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Afghanistan

Mountains of dried fruit and cakes, golden saffron, pistachios and tea. Afghans are making ready for days of feasting, marking the end of Ramzan with traditions that have survived nearly 40 years of tormented conflict.

 
 

One of the first lessons I learnt on arrival in Afghanistan three years ago was that this beautiful country with remarkably resilient people is also one where you can easily find yourself in the wrong place at the wrong time – often with fatal results.

 
 

The spotlight is on the Afghan Ministry of Refugees and Repatriation to see if it can rescue its reputation and help those it is supposed to serve.

 

But was it really CAS? Within the fighter/attack community, the narrative of seasoned aviators who’ve “been there, done that” tout that airpower did not really perform CAS at all.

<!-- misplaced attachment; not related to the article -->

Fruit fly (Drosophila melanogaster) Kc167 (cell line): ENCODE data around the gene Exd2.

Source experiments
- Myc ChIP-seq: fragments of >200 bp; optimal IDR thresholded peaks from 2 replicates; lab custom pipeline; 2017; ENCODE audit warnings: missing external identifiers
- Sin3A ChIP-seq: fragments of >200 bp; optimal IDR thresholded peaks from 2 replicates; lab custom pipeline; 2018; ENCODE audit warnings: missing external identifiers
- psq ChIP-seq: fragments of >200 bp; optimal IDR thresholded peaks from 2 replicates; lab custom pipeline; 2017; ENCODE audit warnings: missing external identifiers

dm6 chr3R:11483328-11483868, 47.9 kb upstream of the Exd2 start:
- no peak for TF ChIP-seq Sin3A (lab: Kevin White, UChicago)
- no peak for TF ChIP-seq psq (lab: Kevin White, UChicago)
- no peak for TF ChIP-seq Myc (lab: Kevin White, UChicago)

Fierce fighting between Afghan National Security Forces and the Islamic State fighters (also known as Daesh) is underway in Kot district of eastern Nangarhar province.

 

The leader of Hezb-i-Islami Gulbuddin (HIG), a faction that fuels Afghanistan’s insurgency, has withdrawn from peace talks after raising the hopes of the Afghan government that an agreement was near. Gulbuddin Hekmatyar, HIG’s leader, has toyed with the Afghan government in the past.

 
 

The law enforcement agencies are focused on elimination of the insurgent groups and garnering support of the international community. Most of the security policies revolve around defeat of the Taliban, Haqqani Network, al-Qaeda, Tehreek-e-Taliban Pakistan and the Islamic State—popular as Daesh in the country.

 
At the height of the 19th century Great Game between an imperialist Britain and an expansionist Czarist Russia, Rudyard Kipling, the way-farer bard, had coined the handy slogan of ‘the White man’s burden.  
 

On a bright day in downtown Kabul, Jagtar Singh Laghmani was in his traditional herb shop when a man turned up, drew a knife and told him to convert to Islam or he would cut his throat. Only bystanders and other shopkeepers saved his life.

 
 

Regional stability is at stake as Pakistan has adopted aggressive policy towards Afghanistan while the United Nations failed to put pressure on Islamabad to cooperate with Kabul on key issues. 

 


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